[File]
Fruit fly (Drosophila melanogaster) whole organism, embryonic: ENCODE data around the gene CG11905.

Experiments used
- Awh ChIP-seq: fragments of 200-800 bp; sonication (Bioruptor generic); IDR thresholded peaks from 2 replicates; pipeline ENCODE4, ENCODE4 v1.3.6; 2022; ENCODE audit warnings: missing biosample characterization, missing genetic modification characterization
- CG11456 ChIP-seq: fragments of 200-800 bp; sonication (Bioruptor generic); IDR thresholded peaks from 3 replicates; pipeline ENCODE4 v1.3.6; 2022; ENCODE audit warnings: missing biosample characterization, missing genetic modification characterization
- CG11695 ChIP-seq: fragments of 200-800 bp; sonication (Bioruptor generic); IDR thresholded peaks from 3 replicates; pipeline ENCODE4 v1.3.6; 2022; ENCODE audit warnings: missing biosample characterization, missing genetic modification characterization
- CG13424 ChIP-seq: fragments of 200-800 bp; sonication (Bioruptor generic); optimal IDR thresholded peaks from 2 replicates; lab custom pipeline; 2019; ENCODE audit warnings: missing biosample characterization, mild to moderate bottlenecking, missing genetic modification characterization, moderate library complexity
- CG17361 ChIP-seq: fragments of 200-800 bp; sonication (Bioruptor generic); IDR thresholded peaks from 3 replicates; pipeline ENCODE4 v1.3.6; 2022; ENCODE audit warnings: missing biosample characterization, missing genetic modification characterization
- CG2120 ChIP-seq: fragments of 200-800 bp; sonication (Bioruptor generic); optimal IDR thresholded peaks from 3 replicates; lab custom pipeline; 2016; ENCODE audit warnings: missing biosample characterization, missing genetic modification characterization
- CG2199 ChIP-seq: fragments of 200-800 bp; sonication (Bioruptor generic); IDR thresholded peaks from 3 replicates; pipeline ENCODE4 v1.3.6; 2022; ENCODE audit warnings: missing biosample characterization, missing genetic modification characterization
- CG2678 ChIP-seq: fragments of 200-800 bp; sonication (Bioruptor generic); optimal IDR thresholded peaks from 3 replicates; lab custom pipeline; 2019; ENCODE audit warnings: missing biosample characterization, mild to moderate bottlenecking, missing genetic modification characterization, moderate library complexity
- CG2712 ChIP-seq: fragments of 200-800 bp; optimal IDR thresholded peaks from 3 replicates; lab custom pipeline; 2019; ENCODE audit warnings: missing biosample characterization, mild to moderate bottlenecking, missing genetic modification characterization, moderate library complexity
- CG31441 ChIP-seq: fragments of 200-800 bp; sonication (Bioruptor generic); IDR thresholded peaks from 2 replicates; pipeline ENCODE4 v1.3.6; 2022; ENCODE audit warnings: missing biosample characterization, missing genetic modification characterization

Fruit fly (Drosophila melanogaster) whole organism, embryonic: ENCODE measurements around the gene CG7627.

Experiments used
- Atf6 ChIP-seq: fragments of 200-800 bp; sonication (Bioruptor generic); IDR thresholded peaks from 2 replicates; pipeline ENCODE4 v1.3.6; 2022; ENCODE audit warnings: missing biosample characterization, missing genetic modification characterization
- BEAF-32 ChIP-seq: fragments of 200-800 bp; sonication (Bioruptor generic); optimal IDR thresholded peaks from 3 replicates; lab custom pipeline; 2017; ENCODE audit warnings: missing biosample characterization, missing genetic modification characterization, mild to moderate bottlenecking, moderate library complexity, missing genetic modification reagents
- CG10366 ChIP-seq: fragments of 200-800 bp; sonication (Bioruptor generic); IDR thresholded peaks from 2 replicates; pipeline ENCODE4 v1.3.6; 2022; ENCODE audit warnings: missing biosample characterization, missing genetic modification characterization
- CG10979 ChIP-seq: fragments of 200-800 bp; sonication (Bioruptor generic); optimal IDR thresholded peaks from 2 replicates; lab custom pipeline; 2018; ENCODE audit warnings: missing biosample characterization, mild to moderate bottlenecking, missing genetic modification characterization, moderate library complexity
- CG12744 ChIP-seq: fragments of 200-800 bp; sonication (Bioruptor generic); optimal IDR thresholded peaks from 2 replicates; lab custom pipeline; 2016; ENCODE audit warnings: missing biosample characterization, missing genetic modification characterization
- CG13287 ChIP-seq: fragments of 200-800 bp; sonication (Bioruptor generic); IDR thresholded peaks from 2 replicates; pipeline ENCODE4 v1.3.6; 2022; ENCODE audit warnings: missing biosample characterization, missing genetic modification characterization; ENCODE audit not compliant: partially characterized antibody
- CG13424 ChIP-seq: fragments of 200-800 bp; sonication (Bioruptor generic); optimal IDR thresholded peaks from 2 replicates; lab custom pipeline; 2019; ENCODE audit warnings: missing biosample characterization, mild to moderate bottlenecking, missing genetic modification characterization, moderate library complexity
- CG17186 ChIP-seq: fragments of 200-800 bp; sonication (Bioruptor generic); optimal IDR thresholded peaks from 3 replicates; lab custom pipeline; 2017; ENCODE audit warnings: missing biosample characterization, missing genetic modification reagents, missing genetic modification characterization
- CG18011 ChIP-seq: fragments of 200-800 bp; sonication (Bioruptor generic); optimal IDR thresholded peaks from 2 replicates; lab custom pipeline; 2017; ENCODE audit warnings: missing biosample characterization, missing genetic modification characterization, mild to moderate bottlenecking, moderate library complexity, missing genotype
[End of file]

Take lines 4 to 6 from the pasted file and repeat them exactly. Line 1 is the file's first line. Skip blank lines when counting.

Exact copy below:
- CG11456 ChIP-seq: fragments of 200-800 bp; sonication (Bioruptor generic); IDR thresholded peaks from 3 replicates; pipeline ENCODE4 v1.3.6; 2022; ENCODE audit warnings: missing biosample characterization, missing genetic modification characterization
- CG11695 ChIP-seq: fragments of 200-800 bp; sonication (Bioruptor generic); IDR thresholded peaks from 3 replicates; pipeline ENCODE4 v1.3.6; 2022; ENCODE audit warnings: missing biosample characterization, missing genetic modification characterization
- CG13424 ChIP-seq: fragments of 200-800 bp; sonication (Bioruptor generic); optimal IDR thresholded peaks from 2 replicates; lab custom pipeline; 2019; ENCODE audit warnings: missing biosample characterization, mild to moderate bottlenecking, missing genetic modification characterization, moderate library complexity